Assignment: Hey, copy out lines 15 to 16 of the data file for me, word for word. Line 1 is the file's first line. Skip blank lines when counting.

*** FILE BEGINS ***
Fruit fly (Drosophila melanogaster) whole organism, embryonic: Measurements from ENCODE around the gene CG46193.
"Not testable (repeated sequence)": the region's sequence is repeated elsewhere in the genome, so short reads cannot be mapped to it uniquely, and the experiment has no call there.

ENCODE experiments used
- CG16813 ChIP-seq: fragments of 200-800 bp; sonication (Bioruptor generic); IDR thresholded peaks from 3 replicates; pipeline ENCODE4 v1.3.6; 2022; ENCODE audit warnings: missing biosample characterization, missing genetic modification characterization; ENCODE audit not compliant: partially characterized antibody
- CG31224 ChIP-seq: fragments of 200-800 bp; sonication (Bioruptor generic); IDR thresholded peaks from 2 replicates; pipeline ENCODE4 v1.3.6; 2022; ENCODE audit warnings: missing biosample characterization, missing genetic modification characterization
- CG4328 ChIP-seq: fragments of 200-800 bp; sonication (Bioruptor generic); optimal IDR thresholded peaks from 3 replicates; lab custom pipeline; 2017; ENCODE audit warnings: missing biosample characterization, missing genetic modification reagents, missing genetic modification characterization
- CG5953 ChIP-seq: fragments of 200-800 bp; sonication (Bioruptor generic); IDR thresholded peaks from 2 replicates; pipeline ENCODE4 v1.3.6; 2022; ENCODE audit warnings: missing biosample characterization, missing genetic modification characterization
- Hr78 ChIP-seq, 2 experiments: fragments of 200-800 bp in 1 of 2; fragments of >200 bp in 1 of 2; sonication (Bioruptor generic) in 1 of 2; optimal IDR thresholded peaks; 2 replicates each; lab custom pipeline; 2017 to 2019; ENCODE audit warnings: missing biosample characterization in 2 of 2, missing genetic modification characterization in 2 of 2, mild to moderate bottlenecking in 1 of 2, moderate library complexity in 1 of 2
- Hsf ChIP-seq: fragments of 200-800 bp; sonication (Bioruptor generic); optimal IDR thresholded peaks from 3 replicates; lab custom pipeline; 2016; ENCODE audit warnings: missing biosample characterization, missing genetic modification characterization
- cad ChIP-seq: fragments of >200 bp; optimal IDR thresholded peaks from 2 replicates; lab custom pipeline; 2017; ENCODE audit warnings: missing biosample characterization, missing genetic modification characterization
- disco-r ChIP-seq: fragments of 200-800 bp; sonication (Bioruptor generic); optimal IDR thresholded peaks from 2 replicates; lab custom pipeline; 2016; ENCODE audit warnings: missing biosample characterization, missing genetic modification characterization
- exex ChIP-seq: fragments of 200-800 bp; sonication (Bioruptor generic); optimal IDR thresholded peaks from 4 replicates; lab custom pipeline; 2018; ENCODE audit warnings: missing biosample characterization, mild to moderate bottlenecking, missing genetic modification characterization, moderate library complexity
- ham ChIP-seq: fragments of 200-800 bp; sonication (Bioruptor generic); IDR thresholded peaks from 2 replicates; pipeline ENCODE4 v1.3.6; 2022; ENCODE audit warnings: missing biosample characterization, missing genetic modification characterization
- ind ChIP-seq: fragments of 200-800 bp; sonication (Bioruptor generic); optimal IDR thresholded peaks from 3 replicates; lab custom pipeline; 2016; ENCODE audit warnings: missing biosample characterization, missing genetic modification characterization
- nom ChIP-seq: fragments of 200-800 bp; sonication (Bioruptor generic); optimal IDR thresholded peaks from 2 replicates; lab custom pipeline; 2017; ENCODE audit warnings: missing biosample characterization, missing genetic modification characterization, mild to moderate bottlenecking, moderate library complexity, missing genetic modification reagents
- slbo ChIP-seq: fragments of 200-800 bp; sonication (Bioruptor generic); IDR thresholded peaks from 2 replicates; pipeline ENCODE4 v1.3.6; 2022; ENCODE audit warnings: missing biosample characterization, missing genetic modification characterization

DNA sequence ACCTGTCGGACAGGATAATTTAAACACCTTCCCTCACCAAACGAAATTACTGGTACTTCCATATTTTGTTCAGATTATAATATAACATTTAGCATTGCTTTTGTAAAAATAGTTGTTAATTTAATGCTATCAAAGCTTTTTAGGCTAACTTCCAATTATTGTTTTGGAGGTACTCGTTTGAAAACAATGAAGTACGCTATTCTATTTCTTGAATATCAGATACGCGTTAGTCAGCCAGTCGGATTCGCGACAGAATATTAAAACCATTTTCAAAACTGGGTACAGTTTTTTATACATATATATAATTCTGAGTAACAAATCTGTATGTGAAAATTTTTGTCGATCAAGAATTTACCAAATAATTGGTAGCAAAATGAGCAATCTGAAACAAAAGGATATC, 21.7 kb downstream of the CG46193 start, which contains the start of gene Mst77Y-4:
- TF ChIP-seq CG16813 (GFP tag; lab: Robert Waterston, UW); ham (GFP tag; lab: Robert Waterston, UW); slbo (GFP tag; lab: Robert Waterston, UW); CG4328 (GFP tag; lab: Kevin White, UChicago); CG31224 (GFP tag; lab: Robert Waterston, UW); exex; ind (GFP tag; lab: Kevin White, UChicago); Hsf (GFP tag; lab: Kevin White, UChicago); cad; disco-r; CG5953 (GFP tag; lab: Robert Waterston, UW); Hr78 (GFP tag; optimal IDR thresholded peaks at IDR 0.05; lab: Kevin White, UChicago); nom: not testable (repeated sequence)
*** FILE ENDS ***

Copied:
- nom ChIP-seq: fragments of 200-800 bp; sonication (Bioruptor generic); optimal IDR thresholded peaks from 2 replicates; lab custom pipeline; 2017; ENCODE audit warnings: missing biosample characterization, missing genetic modification characterization, mild to moderate bottlenecking, moderate library complexity, missing genetic modification reagents
- slbo ChIP-seq: fragments of 200-800 bp; sonication (Bioruptor generic); IDR thresholded peaks from 2 replicates; pipeline ENCODE4 v1.3.6; 2022; ENCODE audit warnings: missing biosample characterization, missing genetic modification characterization